Davis Family Farms Is Dedicated To Remaining Sustainable And Preserving Its Legacy
• By Carroll Smith,
When Bart Davis was 17 years old, he lost his mother. When he was 18, his father passed away, and Davis had to bring in the 1982 cotton crop on his own. This past year marked his 40th season.
Davis is always moving forward in a positive, proactive direction. That’s the kind of man he is. Today, he operates Davis Family Farms with his wife, Paula, his sons, Trey and Jedd, and his daughter, Laykn. They grow 7,500 acres of cotton, corn, peanuts, wheat and registered beef cattle.
“Dad started farming on his own when I was born, so I am the second generation,” Davis says. “My nephew, Alex Apperson, also works for us along with my son-in-law, Taylor Buckner. We are a true family farm. We hire extra employees when we are planting and harvesting.
“Trey is involved in a lot of the management responsibilities, including banking and Farm Service Agency paperwork. Laykn works in the office, and Jedd is more of an outside, hands-on person like me with the employees. He participates in getting the crop in, getting it out, and taking care of the day-to-day crop production.”
2021 Growing Season
In 2021, they grew 4,400 acres of cotton, which is about 95% irrigated with low-pressure, overhead pivots to save water and be more efficient.
“We have a lot of good land on Tifton soils and some soils that are a little lighter, a little loamier,” Davis says. “Our crop consultant, Scott Brown, helps us get the right variety on the right field to maximize our yields. We’ve worked with him for years.”
Last year, they grew all Deltapine varieties, matching them to the fields on which they thought they would perform the best.
“2021 was one of the wettest growing seasons I’ve ever had in my farming career,” Davis says. “Although we got 5 to 6 inches of rain toward the end of April, we did have to irrigate when we got into May to get everything planted. Then it started raining again June 5, and we fought a wet environment all summer.”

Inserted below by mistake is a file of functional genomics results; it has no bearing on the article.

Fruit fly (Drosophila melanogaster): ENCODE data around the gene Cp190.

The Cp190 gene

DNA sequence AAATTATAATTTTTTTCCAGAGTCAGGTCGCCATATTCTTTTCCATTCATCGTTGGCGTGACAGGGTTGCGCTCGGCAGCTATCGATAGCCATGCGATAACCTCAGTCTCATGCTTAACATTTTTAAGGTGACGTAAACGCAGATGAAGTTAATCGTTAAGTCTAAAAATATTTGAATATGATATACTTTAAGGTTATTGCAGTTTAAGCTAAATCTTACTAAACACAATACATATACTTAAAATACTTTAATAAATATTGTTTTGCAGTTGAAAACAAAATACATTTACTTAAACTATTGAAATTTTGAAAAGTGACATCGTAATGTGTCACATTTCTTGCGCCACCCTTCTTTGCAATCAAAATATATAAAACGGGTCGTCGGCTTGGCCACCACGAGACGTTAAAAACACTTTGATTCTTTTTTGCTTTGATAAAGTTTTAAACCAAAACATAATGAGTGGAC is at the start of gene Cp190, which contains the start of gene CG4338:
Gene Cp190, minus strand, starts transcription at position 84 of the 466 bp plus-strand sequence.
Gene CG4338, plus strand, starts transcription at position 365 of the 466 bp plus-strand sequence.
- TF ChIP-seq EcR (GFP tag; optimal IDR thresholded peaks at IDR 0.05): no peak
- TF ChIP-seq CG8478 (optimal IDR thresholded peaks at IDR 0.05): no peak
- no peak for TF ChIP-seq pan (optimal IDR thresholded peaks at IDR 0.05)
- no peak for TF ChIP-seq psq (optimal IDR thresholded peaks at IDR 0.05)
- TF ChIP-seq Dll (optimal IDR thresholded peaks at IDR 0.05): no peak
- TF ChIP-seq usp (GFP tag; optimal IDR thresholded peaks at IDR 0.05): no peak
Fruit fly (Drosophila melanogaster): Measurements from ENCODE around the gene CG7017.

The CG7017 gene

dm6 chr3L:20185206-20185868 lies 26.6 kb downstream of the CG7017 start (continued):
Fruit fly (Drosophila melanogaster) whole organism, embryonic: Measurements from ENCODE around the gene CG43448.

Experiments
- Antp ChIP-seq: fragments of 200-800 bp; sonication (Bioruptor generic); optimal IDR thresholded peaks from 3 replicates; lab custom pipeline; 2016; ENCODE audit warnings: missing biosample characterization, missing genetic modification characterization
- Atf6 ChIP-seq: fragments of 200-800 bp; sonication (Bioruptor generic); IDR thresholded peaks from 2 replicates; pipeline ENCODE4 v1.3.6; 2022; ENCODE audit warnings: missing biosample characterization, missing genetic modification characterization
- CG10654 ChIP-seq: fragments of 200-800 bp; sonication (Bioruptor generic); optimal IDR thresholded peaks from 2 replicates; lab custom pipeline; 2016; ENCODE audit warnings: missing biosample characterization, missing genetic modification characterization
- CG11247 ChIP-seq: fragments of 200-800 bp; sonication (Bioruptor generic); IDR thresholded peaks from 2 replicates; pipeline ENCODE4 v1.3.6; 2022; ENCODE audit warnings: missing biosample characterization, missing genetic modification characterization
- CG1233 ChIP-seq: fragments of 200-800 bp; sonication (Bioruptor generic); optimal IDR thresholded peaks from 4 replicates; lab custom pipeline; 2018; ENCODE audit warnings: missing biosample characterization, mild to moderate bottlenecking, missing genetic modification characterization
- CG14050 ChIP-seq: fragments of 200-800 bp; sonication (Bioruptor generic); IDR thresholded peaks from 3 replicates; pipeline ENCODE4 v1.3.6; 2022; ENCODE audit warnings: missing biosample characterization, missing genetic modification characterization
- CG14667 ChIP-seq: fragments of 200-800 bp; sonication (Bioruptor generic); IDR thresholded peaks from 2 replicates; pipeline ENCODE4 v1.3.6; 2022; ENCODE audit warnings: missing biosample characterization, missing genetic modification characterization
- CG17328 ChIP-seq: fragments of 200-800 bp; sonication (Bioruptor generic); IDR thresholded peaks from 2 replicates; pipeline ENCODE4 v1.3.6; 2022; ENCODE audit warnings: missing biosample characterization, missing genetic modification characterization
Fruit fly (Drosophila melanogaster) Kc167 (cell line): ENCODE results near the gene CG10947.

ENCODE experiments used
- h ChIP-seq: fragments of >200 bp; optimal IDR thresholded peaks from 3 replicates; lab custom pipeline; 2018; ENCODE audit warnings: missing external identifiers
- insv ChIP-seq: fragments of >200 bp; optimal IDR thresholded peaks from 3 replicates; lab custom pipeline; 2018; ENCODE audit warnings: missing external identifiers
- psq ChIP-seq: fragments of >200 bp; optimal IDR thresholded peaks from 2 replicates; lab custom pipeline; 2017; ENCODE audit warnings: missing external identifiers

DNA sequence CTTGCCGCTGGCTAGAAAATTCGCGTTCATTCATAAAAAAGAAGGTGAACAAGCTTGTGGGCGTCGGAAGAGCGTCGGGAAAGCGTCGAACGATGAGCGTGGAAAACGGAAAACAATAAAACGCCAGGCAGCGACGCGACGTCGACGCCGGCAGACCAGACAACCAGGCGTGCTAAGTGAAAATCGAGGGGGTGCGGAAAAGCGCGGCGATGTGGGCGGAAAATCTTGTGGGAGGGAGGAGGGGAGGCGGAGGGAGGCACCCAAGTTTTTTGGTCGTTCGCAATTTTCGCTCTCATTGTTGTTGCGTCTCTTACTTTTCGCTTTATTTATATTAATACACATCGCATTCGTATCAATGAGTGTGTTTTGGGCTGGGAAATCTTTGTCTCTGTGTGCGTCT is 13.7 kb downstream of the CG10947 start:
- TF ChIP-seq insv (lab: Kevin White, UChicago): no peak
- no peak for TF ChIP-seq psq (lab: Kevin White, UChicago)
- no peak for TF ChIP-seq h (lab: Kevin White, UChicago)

Despite experiencing some adverse growing conditions, he says the cotton averaged 1,300 pounds per acre and the grades were decent.
NPE Trials And ThryvOn Technology
Davis also is in a 50-50 partnership with owner Tony Lasseter to farm Windy Pond Farms near Moultrie, Georgia. Lasseter and consultant Brown began participating in the Deltapine New Product Evaluator Program when it began in 2008. Davis has continued the NPE Program on Windy Pond Farms since 2015.
In 2021, Davis and Brown conducted a Class of ’22 NPE trial and a ThryvOn technology comparison trial.
“We divided a 50-acre field between the ThryvOn variety DP 2131 B3TXF and DP 2055 B3XF for a head-to-head comparison,” Brown says. “In terms of thrips control, the ThryvOn technology performed so well it was unbelievable. We did not have enough plant bug pressure to conduct a good evaluation regarding them, but we were able to note differences between the two varieties.
“From this one observation, we saw less plant bug damage and no reproduction in the ThryvOn cotton. We didn’t find any plant bug nymphs in the ThryvOn, but we did find them at below threshold levels in the 2055. They weren’t bad enough to treat, but we could find nymphs. They were basically non-existent in the ThryvOn in our trial. Square retention was also better in the ThryvOn than in the 2055.”
Brown says they evaluated dirty blooms caused by plant bugs feeding on the squares after they get some size on them.